The beauty of rugby's Barbarians

Mention the Barbarians to rugby fans of a certain age and chances are they’ll have a doe-eyed gaze as if they were reminiscing their first-ever snog.

Like that Carlos Alberto goal for Brazil from the 1970 World Cup final, Gareth Edwards’ try for the Baa-Baas against New Zealand three years later remains one of the most extraordinary feats of team endeavour in sporting history.

The score summed up everything the Barbarians stand for – creativity, spontaneity, verve and teamwork, an ethos they’ve maintained in the 41 years since and will continue to do so against an England XV on Sunday at Twickenham.

For those unfamiliar with the famous try, it goes like this: Just four minutes were on the clock at Cardiff Arms Park when Barbarians fly-half Phil Bennett fielded a booming All Blacks kick deep inside his own half.

The easiest thing would have been to punt the ball back, but the mercurial Welshman instead decided to embark on a jinking counter-attack.

The ball then went through six more pairs of hands before Edwards ran 40 yards to finish a move that has gone down in rugby folklore.

“What a score!” screamed the disbelieving commentator, the late Cliff Morgan, in sheer delight. “Oh, that fellow Edwards. If the greatest writer of the written word had written that story, no-one would have believed it!”

The players who created it might have been from different nations, with barely a training session together as a team, but they combined to produce one of the greatest tries in the history of the game.

The concept of the Barbarians was conceived in more opulent surroundings during an oyster supper at Bedford’s Leuchters Restaurant in 1890.

William Percy Carpmael, a Cambridge Blue and Blackheath player, loved taking part in rugby tours. His spin on the concept was to create a touring team comprised of players from different clubs.

They wore distinctive black and white hooped shirts, while each player donned the socks of his home club, a tradition which stands to this day.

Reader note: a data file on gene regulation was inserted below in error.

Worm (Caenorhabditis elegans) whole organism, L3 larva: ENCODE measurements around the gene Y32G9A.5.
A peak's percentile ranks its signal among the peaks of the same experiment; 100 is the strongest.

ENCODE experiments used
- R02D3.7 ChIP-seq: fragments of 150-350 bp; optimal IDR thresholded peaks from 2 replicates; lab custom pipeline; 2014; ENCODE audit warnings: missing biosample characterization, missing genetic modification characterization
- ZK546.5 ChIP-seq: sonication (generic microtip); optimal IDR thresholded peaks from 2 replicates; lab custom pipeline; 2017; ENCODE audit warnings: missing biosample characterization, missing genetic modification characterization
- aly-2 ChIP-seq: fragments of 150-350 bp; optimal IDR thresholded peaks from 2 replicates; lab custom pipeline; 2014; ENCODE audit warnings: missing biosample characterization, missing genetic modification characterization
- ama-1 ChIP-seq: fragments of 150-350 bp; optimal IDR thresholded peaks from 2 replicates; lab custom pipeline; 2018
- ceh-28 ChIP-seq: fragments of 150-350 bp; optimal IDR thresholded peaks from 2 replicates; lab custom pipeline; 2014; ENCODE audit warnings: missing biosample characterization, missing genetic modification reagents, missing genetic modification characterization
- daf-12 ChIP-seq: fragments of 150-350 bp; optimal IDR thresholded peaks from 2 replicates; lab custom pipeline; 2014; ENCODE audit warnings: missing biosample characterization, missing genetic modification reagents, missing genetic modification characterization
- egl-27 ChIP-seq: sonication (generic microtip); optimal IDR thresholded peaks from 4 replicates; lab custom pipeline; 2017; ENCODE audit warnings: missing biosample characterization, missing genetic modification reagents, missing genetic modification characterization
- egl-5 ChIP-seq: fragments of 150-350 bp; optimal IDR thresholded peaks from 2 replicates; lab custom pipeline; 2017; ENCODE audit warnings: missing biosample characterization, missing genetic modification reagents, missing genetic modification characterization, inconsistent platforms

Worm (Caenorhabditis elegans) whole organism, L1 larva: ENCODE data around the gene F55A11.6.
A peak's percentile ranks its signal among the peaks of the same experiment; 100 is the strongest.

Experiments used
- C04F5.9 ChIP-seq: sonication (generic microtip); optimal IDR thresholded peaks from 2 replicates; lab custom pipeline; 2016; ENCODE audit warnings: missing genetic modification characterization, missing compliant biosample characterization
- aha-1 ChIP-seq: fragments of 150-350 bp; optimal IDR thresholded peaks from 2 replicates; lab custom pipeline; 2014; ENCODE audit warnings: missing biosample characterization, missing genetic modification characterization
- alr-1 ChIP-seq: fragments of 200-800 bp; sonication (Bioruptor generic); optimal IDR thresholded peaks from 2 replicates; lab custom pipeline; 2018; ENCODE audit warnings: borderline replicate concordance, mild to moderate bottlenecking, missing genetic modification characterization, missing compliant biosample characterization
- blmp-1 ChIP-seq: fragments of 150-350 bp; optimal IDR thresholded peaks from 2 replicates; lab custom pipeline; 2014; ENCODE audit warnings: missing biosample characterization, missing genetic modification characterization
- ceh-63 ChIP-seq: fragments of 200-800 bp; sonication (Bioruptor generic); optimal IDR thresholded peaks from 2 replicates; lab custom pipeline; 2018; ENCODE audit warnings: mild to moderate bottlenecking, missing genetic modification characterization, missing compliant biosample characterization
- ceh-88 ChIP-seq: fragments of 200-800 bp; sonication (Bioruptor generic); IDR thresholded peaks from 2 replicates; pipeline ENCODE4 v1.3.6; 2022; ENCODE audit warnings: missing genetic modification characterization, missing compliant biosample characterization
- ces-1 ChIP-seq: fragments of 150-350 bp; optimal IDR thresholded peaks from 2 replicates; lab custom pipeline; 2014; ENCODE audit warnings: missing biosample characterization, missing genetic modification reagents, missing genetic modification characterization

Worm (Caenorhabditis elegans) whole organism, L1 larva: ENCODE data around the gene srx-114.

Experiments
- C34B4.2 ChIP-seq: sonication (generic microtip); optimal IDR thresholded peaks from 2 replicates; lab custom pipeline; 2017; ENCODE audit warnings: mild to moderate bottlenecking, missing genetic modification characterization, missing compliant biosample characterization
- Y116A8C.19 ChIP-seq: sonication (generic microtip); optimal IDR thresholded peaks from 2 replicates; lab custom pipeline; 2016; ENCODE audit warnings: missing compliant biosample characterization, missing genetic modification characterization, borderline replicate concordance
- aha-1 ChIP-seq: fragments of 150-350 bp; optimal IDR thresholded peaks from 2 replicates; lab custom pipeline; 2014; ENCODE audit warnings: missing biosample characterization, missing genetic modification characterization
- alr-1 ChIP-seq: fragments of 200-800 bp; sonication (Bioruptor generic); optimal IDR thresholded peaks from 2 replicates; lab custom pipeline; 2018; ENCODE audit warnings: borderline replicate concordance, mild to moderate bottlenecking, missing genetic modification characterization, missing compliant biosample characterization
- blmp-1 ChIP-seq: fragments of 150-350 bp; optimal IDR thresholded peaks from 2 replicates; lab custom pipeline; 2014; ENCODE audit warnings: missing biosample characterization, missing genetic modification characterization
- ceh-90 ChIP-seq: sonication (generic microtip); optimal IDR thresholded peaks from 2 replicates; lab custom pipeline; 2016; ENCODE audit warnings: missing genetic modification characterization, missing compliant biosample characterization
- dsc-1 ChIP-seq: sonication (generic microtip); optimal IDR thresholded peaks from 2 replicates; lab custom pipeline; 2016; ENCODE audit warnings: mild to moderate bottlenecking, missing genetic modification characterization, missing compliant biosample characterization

Membership of the Barbarians was by invitation only, while the emphasis was always on attacking play, sportsmanship and camaraderie and the club’s biggest turning point came in 1948, when they essentially became the outfit we know today.

The home unions asked the Baa-Baas to raise a side to face Australia on the final match of their British tour, with the proceeds helping to fund the Wallabies’ trip back home.

A capacity 45,000 crowd crammed into the Arms Park to watch Australia win a tight encounter 9-6 and soon the Baa-Baas, the nickname as synonymous as their hooped black-and-white jerseys, became the last fixture on the itineraries of all touring southern hemisphere sides, in games billed as the ‘final challenge’.

The Baa-Baas have also given the capacity crowds an opportunity to see the world’s greatest attacking players side-by-side; from Serge Blanco, David Campese, Philippe Sella, Jonah Lomu and, of course, that man Edwards.

And their record isn’t shabby either – 84 matches, winning 42, losing 38 and drawing four.

That 1973 match is regarded as the Barbarians’ finest, with Edwards’ effort heralded as their greatest ever try.

In 2009, the Baa-Baas claimed only their second ever win over the All Blacks, as a brilliant Bryan Habana hat-trick inspired them to a 25-18 victory, proving that even in the modern professional era, the concept of the Barbarians is alive and well.

On Sunday, Joe Rokocoko, Sitiveni Sivivatu, James O’Connor and Hosea Gear – some of the finest attacking talents in the game today – will put on that famous Barbarians jersey and continue to keep the legend alive.

Can a young and inexperienced England XV upset Rokocoko and co at Twickenham on Sunday? Follow updates on Twitter by following @O2Sports